This does not mean that the genocide bill will not go to the French Senate on Jan. 23 as planned. But if the senate votes in favor of the proposal rejecting it, the genocide bill will not be taken up by the senate.
Wednesday’s decision is likely to please Turkey, which has warned that the bill, if enacted, would seriously affect Turkish-French ties. The bill was passed in the lower house of the French Parliament in December, but it needs to be approved by the senate to go into effect.
Wednesday’s vote comes days after the president of the senate said he was becoming less inclined to pass laws on historic events. “I am becoming less and less supportive of making laws in Parliament regarding historic events,” Jean-Pierre Bel said last week. Bel, a socialist politician, also added that he was worried about the direction of bilateral relations between Turkey and France “at a time when relations need to be strengthened.”
"We consider that if this law was passed, there would be a large risk of it being unconstitutional," said Jean-Pierre Sueur, the commission head. "We cannot write history with laws. Freedom of expression must be respected," Sueur said.
A number of French senators, led by the Green group and the European Democrat and Social Rally (RDSE), also said they would vote against the bill. Although a number of Socialists and senators from Nicolas Sarkozy’s ruling Union for a Popular Movement (UMP) party are also expected to vote against the bill, Turkey fears the bill might pass nevertheless, negatively affecting relations between the two countries even further.
Officials at the Senate press office said that in the vast majority of cases the full chamber follows the recommendations of the Commission of Laws.
However, rejection by the Senate does not necessarily kill a measure that the lower house - the most powerful in France - wants passed into law. The National Assembly can resurrect the bill and try again, and eventually gets the last word.
Turkey warned France in December, when the bill passed through the lower house of the French Parliament, that ties would receive a heavy blow from the denial bill, which would constitute passing judgment “on a historic and sensitive event by politicians, rather than by historians.” Although Turkey cannot take financial measures against France for the bill due to its commitment to international agreements and the EU customs union regulations, the country stressed that Turkish business circles and the nation would naturally refrain from buying French products.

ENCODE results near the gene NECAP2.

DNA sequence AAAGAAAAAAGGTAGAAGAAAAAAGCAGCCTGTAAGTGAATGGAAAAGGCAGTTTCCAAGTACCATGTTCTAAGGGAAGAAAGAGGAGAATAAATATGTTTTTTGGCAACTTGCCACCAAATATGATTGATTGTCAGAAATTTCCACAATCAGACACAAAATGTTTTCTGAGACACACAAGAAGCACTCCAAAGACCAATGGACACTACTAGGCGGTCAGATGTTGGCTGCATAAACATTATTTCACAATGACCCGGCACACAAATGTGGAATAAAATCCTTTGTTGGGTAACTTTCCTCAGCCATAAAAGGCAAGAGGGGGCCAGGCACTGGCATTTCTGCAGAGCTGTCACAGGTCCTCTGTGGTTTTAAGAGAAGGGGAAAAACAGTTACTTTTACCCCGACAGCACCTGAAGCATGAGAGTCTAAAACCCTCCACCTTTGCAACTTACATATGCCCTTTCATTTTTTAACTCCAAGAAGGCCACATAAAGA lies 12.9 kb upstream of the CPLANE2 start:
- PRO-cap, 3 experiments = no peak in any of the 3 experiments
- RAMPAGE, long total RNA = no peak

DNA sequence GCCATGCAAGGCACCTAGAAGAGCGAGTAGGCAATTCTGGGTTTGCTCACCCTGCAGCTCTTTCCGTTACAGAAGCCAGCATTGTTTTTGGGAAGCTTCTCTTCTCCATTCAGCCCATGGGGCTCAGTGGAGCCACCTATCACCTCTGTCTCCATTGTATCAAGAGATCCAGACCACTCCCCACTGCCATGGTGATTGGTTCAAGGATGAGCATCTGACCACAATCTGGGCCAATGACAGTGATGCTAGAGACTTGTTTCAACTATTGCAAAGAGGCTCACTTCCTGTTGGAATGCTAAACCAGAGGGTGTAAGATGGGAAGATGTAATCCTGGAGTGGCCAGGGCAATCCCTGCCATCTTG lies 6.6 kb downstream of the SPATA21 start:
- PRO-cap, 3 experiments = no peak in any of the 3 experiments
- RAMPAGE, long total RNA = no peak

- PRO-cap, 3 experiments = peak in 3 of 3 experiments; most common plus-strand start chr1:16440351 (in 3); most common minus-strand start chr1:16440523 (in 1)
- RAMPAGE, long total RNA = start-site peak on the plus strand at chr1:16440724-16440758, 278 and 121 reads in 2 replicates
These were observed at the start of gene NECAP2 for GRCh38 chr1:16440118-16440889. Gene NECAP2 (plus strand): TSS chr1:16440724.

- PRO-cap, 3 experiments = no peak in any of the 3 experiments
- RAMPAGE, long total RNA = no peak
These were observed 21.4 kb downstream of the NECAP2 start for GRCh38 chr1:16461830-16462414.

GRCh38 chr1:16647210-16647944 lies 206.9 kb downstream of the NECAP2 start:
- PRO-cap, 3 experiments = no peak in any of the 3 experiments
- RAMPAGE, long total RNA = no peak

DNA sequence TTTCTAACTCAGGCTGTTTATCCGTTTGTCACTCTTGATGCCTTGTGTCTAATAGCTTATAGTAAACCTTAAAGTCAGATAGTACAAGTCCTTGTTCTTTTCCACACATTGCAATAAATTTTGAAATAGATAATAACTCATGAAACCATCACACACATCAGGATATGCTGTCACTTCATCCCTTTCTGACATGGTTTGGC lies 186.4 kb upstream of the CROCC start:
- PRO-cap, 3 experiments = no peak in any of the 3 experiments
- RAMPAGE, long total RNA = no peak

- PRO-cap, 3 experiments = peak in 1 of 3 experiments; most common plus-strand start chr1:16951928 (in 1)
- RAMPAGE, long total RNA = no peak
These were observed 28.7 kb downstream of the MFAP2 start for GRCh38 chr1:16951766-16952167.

When France passed a law recognizing the killing of Armenians in 1915 as genocide in 2001, French exports to Turkey dropped by 40 percent. Exports have gradually recovered over the last decade. The denial bill envisions fining and punishing anyone who refuses to acknowledge the Armenian deaths as genocide, putting it on the same level with the Holocaust. Turkey rejects the bill on grounds that it takes away Turks’ right to debate the issue and violates freedom of expression, since the country claims that the killings constitute casualties as a result of a civil war that erupted when the Ottoman Empire was about to collapse amidst World War I.
Armenians deaths, estimated to be well over a million by Armenians and being a few hundred thousand by Turks, have gained recognition as genocide in a number of countries, especially in Latin America, and Turkey does not refrain reacting harshly when the issue is discussed by third country parliaments, saying that such rulings are politically motivated.
Two scenarios are now most likely when the French Senate debates the bill Monday, Senate press officials said. Senators could ignore the panel vote and pass the bill, putting it on a fast track to becoming law, or they could reject the bill, handing it to a commission from both houses to iron out differences.
The second option would greatly slow the legislative process. A freeze on all but the most critical legislation goes into effect in early March ahead of spring presidential and legislative elections.
In a statement, the commission said: "There was a genocide, and the commission wants to express its infinite respect for the Armenian people, and the terrible experiences that they have endured."
But the panel also expressed doubts about "the legitimacy of the intervention of the legislature in the field of history" and suggested that commemorations or legislative resolutions might be a better way to express sympathy for the suffering than laws to criminalize some types of speech.
Turkish Foreign Ministry said in a statement late on Wednesday that French commission displayed its commonsense by the decision.